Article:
Baytex Energy Corp. (TSX:BTE)(NYSE:BTE) and Crescent Point Energy Corp. (TSX:CPG)(NYSE:CPG) have seen their cost per barrel of oil equivalent decline by 25% year over year with a target breakeven WTI price as low as US$30 per barrel.
Both companies have taken significant steps to improve their drilling and completion designs. These steps have not only reduced costs, but they have increased initial production rates. The largest margins are being realized from their U.S. assets, which continue to be focus for any near-term growth.
Since 2014 Baytex has improved its well costs by about 34% for its U.S. assets and 20% for its Canadian assets. However, the low-commodity-price environment has made it difficult to fund additional drilling in Canada. During the first quarter Baytex shut in approximately 7,500 barrels of equivalent oil (boe) per day, or 30% of predominantly low or negative margin Canadian heavy oil production.
Instead, Baytex has relied on its light oil and condensate production from its Eagle Ford assets. Light oil is priced primarily off a Louisiana Light Sweet benchmark, which typically trades at a premium to WTI. The company realized a 63% premium on its sales price from its Eagle Ford output compared to its Canadian assets.
For 2016, Baytex has focused on its assets in the Eagle Ford formation, which represents about 55% of its gross reserves, or 188 million boe. It has also recognized 144 million boe of possible reserves in the region. The company plans to direct 90% of its 2016 capital expenditures budget to its Eagle Ford and Austin Chalk assets. This is building on the company’s success of its 2015 capital development program and the significant advancements made to explore the multi-zone or multi-formation potential in these regions.
Crescent Point announced this week that it has entered into an agreement on a bought-deal basis to sell 33.7 million common shares at $19.30 per share. The $650 million of proceeds raised will be used to reduce bank indebtedness and fund incremental growth capital expenditures in the near term.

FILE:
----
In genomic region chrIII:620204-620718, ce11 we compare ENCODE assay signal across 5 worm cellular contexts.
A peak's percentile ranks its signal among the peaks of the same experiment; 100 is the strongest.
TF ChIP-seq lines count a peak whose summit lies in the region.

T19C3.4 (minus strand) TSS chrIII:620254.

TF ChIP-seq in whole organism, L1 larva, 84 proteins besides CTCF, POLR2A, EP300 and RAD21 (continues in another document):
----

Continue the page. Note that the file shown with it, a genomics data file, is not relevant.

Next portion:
As at June 30, 2016, the company had $4.2 billion in long-term debt. About 45% of it is in the form of senior guaranteed notes with $50 million maturing in less than one year and $315 million maturing over the next five years. The company has been able to decrease its effective interest rate to 4.04% from 4.34% due to the management of its credit facilities, which it could further repay using a portion of these proceeds.
The company also announced that it is increasing its fourth-quarter capital budget by $150 million and issued its preliminary 2017 budget of $1.4 billion, which includes $450 million of incremental growth capital above its sustaining capital budget of $950 million. This will allow the company to maintain its current 20-rig drilling program over the next 12-18 months and further develop some of its more economical U.S. assets.
In the Uinta Basin in eastern Utah, the company improved drilling efficiencies in its vertical program by reducing the number of drilling days by 50% and continues to evaluate horizontal drilling potential in the region. It drilled one net horizontal well in the region during second quarter, following up on the success of its most recent Castle Peak horizontal well, which is expected to generate a payout in less than two years at a cost of approximately US$5 million.
The company expects to drill two more horizontal wells in the second half of 2016. This is important as these assets account for approximately 25% of the company’s potential reserves with less than 0.6% recovered to date.
Baytex’s operations in the Eagle Ford formation are the backbone of the company. With a breakeven WTI price of US$30 per barrel (a 33% discount from its breakeven price in Canada), these assets will continue to generate the largest margins for the company.
Crescent Point’s expansion in the Uinta play could result in some major upside. Building on its success of drilling vertical wells, its horizontal well program could yield significant output and growth of the company’s profits in the region.
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Fool contributor Scott Brandt has no position in any stocks mentioned.